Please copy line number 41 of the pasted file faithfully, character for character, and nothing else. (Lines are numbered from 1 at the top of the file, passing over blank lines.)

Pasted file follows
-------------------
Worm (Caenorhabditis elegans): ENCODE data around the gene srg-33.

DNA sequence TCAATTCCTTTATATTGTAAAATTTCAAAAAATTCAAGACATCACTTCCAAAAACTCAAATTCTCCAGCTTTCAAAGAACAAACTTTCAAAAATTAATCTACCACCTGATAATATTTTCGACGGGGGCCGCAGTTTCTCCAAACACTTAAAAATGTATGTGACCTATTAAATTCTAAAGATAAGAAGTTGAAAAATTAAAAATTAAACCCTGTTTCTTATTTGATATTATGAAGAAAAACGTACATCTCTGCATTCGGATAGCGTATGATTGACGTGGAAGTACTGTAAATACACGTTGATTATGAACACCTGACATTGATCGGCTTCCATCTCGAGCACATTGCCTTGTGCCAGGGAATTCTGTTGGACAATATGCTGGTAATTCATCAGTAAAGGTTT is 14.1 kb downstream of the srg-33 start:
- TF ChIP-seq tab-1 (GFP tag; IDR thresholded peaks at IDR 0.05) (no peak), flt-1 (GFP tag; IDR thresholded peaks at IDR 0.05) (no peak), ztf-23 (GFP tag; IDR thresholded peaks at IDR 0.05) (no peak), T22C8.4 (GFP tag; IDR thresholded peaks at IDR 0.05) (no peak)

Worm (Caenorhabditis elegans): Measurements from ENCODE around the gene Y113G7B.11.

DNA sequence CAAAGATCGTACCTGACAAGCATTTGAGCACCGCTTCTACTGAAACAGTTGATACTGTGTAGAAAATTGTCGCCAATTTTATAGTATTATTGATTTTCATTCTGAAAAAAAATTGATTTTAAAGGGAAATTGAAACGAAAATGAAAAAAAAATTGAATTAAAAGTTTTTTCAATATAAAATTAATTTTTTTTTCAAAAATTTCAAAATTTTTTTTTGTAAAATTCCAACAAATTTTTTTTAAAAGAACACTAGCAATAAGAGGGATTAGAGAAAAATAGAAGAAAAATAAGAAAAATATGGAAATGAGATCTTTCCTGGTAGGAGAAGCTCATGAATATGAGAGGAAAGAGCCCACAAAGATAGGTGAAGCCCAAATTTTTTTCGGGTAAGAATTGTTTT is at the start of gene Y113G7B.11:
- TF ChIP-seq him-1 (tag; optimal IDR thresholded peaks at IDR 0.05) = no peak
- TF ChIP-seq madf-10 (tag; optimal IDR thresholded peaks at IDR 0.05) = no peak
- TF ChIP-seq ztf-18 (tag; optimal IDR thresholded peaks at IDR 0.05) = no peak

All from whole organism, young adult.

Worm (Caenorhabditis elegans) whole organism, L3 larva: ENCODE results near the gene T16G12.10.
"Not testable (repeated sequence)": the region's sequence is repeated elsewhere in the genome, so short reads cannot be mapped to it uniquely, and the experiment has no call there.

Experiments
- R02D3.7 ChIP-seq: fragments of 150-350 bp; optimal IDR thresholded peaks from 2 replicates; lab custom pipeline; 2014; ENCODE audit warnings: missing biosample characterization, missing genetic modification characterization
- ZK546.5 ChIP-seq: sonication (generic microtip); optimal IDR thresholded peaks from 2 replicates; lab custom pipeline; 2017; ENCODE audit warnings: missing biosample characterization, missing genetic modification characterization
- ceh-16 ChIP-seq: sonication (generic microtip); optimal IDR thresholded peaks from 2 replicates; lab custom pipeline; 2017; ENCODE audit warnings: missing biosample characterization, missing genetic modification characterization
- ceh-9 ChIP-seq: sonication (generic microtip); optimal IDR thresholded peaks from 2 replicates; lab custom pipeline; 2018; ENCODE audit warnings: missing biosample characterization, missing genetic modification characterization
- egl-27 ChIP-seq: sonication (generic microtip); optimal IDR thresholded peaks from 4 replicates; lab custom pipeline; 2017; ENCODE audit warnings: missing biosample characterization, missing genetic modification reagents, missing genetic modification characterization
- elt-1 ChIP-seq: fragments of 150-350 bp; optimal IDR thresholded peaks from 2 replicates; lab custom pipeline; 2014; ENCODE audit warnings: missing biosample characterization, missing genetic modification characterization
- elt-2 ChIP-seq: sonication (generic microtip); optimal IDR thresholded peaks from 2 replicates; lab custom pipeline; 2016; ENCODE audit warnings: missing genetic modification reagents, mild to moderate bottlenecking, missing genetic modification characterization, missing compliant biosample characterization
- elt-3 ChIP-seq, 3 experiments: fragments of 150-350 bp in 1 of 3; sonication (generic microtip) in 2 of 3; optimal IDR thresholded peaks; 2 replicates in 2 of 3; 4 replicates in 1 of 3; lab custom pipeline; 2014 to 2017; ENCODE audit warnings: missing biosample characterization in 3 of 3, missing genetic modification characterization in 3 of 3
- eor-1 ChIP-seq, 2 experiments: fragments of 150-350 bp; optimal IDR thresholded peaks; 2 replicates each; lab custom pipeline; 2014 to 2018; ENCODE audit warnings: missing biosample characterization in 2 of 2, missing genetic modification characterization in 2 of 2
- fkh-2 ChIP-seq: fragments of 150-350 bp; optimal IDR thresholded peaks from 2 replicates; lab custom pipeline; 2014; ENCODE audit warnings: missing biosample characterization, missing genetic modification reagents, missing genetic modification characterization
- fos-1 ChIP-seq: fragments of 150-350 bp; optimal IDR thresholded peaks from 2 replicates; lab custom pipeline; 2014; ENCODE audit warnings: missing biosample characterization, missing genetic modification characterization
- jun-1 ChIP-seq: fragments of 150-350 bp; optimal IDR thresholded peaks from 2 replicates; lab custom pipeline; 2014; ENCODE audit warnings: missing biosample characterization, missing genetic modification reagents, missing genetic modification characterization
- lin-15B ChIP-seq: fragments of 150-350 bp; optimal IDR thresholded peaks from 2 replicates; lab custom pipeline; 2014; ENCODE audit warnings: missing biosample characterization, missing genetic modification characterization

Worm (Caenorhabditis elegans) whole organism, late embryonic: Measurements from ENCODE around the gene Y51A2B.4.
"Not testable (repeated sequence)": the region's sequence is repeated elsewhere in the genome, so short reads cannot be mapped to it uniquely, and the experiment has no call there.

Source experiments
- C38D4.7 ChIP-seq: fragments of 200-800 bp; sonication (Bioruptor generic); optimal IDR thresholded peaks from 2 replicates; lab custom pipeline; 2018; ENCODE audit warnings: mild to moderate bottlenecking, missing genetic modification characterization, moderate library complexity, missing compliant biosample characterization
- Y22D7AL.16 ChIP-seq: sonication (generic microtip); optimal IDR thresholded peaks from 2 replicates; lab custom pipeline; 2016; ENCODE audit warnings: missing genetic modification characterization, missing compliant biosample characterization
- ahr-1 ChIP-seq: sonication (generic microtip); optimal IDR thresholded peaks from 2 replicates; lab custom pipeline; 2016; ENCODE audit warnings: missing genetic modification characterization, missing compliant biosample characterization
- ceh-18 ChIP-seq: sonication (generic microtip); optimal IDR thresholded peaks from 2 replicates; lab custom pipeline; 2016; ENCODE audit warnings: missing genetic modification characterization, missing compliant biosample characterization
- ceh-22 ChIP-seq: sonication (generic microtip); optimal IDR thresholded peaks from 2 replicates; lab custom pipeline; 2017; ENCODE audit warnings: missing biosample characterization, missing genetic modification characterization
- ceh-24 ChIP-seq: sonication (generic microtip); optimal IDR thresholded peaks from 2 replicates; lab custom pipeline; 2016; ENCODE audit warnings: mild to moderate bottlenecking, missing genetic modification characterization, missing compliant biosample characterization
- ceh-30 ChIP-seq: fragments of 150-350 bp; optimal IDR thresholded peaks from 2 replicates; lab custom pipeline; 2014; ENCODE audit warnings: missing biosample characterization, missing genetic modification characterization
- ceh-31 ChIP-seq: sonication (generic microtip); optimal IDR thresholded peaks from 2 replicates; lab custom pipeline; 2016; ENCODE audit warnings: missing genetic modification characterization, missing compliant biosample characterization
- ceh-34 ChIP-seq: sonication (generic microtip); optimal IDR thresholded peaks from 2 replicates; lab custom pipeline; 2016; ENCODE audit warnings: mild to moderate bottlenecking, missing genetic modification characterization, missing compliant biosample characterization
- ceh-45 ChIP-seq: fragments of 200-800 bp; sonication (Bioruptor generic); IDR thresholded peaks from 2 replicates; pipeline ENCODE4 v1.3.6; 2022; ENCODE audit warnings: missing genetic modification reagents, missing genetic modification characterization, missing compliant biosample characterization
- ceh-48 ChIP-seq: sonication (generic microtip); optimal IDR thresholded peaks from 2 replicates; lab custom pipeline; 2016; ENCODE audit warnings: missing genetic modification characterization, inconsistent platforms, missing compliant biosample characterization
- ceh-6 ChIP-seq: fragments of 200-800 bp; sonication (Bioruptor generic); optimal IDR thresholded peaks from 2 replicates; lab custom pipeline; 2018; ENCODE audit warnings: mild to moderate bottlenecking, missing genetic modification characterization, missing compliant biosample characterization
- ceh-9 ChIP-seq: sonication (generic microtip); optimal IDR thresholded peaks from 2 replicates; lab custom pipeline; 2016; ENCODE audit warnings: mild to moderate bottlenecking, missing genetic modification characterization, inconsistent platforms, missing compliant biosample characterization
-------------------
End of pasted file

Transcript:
- ceh-9 ChIP-seq: sonication (generic microtip); optimal IDR thresholded peaks from 2 replicates; lab custom pipeline; 2016; ENCODE audit warnings: mild to moderate bottlenecking, missing genetic modification characterization, inconsistent platforms, missing compliant biosample characterization